Have you felt at any point growing up that you were “defined” by your disease?
I had a really tough time answering this question. Growing up, I certainly felt defined by my disease. However, I do not think that is healthy and I hope to change my thought on this. I brought this up with my parents and we had a very candid discussion on the topic. They really tried their hardest to raise me so I wouldn’t feel defined by XLA, and they did a really great job. However, it is something out of their control, and something I had to learn myself as the one experiencing the feelings. While there are still times that I resent having XLA, I have become more at peace with it than ever before. It helps to be proactive and work to help the community.
What inspired you to create XLA Life?
Once I realized pure science research was not for me, I wanted to dive headfirst into business. XLA Life started as an amalgamation of my strengths/experiences in immunology and patient advocacy with a burning desire to start something of my own. XLA Life was inspired by several factors. Existing patient advocacy groups - JFM, IDF, SCID Angels for Life, Rare Advocacy Movement - were all vital to XLA Life’s founding. The success of initiatives from those groups demonstrated that anything was possible with the right collaboration. The success of JMF and SCID Angels for Life in getting SCID on newborn screening panels in all 50 states demonstrated that the right partnership can lead to life-saving changes. I wanted to be a part of that and do similar activities for XLA.
How do you envision XLA Life evolving in the future?
I hope XLA Life becomes a self-sustaining, supportive community home to all XLA families. My dream is that it is always run by someone with XLA, with one patient passing the torch on to another until the ultimate goal of a cure is realized. I want the XLA community to really own XLA Life, and make it their own to pursue projects that would benefit the whole PI community.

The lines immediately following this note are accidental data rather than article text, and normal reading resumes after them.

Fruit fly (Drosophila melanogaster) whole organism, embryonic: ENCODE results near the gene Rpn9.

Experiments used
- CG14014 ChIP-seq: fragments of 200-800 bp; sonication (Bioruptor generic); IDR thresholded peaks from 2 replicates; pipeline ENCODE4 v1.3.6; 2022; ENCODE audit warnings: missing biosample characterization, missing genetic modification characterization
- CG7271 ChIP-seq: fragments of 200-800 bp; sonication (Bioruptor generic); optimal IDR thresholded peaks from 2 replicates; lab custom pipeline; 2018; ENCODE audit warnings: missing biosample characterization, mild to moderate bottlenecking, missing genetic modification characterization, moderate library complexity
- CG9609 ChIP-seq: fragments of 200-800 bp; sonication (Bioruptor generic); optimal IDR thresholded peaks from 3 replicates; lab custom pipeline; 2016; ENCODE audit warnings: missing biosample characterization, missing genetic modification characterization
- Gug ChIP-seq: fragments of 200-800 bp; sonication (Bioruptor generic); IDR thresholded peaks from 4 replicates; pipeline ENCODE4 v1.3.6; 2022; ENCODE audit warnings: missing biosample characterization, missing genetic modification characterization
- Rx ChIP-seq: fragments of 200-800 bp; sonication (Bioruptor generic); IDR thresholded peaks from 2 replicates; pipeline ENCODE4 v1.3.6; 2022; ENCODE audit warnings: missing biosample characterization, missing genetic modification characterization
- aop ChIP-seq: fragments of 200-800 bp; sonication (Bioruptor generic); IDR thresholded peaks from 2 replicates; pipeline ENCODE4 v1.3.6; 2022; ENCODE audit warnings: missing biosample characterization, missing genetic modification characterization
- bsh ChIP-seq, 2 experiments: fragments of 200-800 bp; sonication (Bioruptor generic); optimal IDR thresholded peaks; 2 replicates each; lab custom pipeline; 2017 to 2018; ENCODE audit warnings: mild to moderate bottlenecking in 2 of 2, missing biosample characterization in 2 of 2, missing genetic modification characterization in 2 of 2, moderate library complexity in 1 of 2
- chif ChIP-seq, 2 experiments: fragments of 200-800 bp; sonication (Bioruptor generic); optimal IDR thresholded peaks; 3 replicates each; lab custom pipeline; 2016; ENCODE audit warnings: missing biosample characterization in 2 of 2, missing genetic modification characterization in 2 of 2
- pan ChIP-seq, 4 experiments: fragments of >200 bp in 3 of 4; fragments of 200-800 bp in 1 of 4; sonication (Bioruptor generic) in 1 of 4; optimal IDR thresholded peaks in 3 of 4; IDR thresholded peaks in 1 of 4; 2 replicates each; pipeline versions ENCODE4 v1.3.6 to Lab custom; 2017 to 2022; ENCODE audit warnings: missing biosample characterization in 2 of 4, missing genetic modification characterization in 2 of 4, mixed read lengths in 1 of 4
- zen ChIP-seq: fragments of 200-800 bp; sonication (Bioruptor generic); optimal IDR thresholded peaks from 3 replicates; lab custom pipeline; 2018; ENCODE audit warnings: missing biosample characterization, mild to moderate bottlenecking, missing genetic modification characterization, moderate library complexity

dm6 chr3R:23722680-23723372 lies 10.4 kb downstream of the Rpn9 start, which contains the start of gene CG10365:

Also, I hope it leads to more immunology cartoons to educate others in a fun, digestible manner.
You studied microbiology and immunology in college. Did studying these fields impact your experience as a patient?
First, I just want to say, the more I learned about immunology, the more fascinated I became! It is an infinitely complex army that forms the boundary between you and everything else in the universe.
Studying immunology absolutely impacted my experience as a patient! I wanted to understand how XLA affected my body from the most foundational levels, and it is incredibly empowering. Now I can talk to doctors at a much higher level of understanding. In fact, whenever I visit a new doctor, I ask them what their favorite immune cell is and why. It often catches them a little off-guard, it’s fun to hear their answers. As patients, we know more about how XLA affects our body than any immunologist, but being able to know the biological basis as to why made me feel more in touch with my body.
While it is very empowering to learn more, it is also very scary when it comes to primary immune deficiencies. I distinctly remember learning that kids with XLA used to rarely make it into adulthood. It left me thinking, “If I was born some decades earlier, I wouldn’t be alive right now.”
After college you spent time working at the National Institute of Allergy and Infectious Disease (NIAID). What was your biggest takeaway from that experience and working environment?